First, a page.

Binning the bin tax – what a rubbish idea.

Listening to the radio on a Monday morning should be relaxing, but I am feeling quite angry.  The new government are scrapping the plans of the previous government to make us all pay for what we throw away, replacing it with incentives to recycle.

So, instead of reducing the amount of rubbish we are creating we are now going to be rewarded for buying more stuff and how are we going to be rewarded – we will get vouchers to buy more stuff – a vicious circle.  If you don’t buy very much, then no rewards for you – we need you to buy things – after all, that is what our economy is built on – shopping.

Do I think recycling is a bad thing?  Certainly not, but I think we should be at a point now where not recycling is unheard of, unthought of.  We shouldn’t have to be rewarded for recycling.

What I do think is that if you throw things away you should pay for it – after all you are taking more landfill and more of that scarce resource – space.  It is the only way to make people think about what they are buying and why.  I understand the argument, there would be more flytipping, and burning of rubbish or putting it in the neighbours bin  – then we will have to be more vigilant.

The pay as you throw works in Belgium – why are we not capable of managing such a scheme.  While it may not be the best way, it is surely a start in the right direction.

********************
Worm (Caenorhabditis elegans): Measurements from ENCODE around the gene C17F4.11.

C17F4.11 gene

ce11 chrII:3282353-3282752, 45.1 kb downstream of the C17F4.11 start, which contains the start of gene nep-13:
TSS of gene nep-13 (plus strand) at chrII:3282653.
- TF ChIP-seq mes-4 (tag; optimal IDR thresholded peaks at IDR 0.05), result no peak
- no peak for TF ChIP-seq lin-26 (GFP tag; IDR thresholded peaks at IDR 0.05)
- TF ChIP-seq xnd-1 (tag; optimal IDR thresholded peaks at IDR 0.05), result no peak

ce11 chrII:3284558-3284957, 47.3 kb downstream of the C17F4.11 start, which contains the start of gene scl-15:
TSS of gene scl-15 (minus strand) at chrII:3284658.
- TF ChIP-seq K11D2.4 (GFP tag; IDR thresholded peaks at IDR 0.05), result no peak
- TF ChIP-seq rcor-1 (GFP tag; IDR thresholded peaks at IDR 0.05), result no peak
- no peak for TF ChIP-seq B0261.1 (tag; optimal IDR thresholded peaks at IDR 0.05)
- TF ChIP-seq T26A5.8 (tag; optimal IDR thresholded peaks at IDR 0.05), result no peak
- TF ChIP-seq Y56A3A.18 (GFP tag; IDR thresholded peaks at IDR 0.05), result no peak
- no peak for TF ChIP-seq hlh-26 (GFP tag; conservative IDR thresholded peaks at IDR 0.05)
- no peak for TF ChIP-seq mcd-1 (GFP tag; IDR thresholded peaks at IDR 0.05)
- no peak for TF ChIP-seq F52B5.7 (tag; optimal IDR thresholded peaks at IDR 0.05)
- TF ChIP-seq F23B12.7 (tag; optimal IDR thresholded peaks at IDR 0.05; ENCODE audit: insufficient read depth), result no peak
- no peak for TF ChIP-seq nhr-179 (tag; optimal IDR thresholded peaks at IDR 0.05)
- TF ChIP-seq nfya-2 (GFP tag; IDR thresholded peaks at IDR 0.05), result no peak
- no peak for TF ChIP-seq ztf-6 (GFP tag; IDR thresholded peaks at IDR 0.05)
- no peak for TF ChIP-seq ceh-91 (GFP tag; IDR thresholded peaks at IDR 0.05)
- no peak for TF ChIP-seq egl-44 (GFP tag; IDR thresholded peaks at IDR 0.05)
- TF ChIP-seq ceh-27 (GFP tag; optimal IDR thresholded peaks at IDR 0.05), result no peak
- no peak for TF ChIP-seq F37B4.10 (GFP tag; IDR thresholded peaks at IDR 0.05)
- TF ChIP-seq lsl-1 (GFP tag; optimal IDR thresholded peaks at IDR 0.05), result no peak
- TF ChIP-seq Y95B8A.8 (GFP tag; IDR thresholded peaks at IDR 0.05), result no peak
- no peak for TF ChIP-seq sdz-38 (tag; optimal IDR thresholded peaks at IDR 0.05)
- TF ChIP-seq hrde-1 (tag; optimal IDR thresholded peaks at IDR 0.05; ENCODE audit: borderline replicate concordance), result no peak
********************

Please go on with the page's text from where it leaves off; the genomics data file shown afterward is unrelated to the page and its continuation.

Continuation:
Recycling at work.

Our Green Team started off with a brainstorming activity to identify areas where we thought improvements could be made.  From this we decided that the most obvious area to look at first was recycling as there were no facilities at the moment (apart from a skip for cardboard and recycling of cling wrap) with all other waste being sent to landfill.  It also seemed one of the easiest to tackle as recycling has been a high priority for a number of years in Daventry, with the council providing excellent facilities and being the first in the country to meet government targets for household recycling.  Unfortunately, they do not seem at all interested in helping businesses in the area to recycle.

How have we done so far?

Two of the team spent a lot of time trying to find someone to take away our recycling.  Some were not very helpful, a couple were more interested in the confidential shredded waste which is controlled from head office and therefore we had no authority to change, and some were just too expensive.

We have provided bins for the collection of bottles, cans and plastic which are then put in a particular skip provided by local Company, Cawleys and, at the same time changed our supplier of the cardboard skip to Cawleys, which saved enough money to provide the recycling facilities.   Although there were some complaints initially that, heaven forbid, people are being asked to wash out their containers, and empty an extra couple of bins, it has in the main been well received.

We have also removed a larger skip from site which was originally rented in order to get rid of some particular waste some years ago and which now seemed to have a few broken pallets and bits of metal put in.  The pallets are being taken away for free by a local company (we may be able to find someone to pay for them at some point, but this is not a priority) and we have had the skip removed which, at a conservative estimate has saved us £1500 a year.